In order to build a successful company to compete with large, multinational companies, you need to get good quality people onboard. This means making your company an attractive place to work, and ensuring staff members have sufficient incentive to remain with you for the long term. Building a strong employer brand is essential - if you develop a poor reputation the best candidates will stay away. If you're going to make a bad impression, you'd be better remaining an anonymous start-up with no customers. Work with recruitment agencies to define your hiring strategy and how to avoid making common hiring mistakes.

  • Become a thought leader

SME leaders can become even more valuable assets for their companies if they are able to develop a reputation as an industry expert. Writing insightful blog posts, commenting on other people's articles and sharing content and links can increase your profile. Attracting Twitter followers and Facebook likes certainly won't hurt either, but you've got to ensure a steady flow of great content. That's the only way to attract people's attention and keep them interested.

  • Hire quality people

Attracting top talent to your business can give it a real boost. You want to be bringing in skilled, experienced professionals who have the energy, drive and ideas to take the company forward. Building a quality team can offer access to quality contacts, opening up further opportunities for the business - either directly or indirectly.

Can your small business attract the best people?

When it comes to hiring employees, small companies can find it difficult to compete with large companies and offer the same remuneration packages - it's simply a case that they have longer arms and deeper pockets. So in order to attract the top talent, you need to offer professionals something else of value, persuading them to overlook the big firms and come on board your SME.

It's important to sell the opportunity to the best candidates - promising them active involvement in company decision making at the highest level and input on the strategic direction of the SME. Offering an executive role in your company - however small the business is - gives the professional the chance to move up the career ladder and boost their CV.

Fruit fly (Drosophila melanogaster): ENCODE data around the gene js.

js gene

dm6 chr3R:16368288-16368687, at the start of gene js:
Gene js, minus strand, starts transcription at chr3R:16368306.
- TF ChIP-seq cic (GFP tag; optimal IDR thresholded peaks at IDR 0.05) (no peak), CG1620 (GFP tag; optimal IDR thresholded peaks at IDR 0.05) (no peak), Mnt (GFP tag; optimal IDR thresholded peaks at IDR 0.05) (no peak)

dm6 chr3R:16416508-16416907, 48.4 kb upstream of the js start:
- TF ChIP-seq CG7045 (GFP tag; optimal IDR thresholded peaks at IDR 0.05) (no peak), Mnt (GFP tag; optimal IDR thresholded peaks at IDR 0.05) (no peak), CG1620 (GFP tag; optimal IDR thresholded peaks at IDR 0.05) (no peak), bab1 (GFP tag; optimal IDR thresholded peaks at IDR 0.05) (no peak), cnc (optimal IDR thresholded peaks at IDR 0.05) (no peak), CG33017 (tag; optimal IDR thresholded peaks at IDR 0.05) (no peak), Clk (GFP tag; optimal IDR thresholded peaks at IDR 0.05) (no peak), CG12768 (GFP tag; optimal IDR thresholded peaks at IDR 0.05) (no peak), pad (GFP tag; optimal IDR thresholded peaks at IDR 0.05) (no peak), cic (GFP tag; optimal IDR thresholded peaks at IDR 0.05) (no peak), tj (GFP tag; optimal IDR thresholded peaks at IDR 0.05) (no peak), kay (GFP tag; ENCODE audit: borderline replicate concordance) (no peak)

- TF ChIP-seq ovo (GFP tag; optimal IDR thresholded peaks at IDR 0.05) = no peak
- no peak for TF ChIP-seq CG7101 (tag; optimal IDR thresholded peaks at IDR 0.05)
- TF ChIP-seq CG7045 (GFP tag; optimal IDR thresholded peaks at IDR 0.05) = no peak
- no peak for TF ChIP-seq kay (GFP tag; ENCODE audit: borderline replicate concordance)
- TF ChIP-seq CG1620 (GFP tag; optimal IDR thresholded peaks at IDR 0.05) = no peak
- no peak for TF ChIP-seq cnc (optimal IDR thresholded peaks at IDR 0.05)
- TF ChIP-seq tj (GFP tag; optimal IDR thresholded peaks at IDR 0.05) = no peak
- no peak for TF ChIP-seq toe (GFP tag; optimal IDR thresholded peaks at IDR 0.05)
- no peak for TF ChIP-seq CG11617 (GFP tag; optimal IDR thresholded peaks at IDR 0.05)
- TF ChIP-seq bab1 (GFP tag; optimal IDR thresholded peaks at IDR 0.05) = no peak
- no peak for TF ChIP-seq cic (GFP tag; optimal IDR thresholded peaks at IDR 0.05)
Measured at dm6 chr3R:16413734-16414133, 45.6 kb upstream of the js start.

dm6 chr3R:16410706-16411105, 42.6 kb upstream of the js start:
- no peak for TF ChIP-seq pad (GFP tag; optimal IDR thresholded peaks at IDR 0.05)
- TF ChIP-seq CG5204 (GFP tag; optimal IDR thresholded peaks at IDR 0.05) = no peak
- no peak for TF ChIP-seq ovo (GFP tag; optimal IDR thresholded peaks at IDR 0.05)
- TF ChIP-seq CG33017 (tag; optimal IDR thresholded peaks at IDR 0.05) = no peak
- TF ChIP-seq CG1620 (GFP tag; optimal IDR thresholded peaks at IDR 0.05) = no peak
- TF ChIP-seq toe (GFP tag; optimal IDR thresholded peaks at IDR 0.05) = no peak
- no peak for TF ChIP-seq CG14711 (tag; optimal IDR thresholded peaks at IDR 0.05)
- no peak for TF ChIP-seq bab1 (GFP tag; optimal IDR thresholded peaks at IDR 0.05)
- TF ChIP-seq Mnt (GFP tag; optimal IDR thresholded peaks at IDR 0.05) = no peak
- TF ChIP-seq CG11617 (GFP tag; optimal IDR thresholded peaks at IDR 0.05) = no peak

You can promise the talented individual a degree of autonomy, giving them the room to act and add value to the business as they see fit. By nature, small companies are less bureaucratic than larger firms, and it might be that the new recruit can effectively write their own job description. They should be able to get involved in as many aspects of the company's business as they like, providing they can add value.

Another potential benefit your SME can offer is flexibility - both in terms of time and location. Allowing talented people to customise their working day, or operate from home where appropriate, can allow you to hire people who may otherwise have been inaccessible. Those who have young families may be particularly interested in working on their own terms - something your SME can potentially offer.

Being flexible in terms of pay and benefits can also help attract talented people. It makes sense to tailor the remuneration package to the needs of each individual, ensuring they get maximum value from what you are able to offer. You might not be able to compete with larger firms in terms of salary, but there may be other perks - potentially even equity in the business - that appeal to the best people. Find out more about the latest hiring trends and salaries in the Robert Half Salary Guide.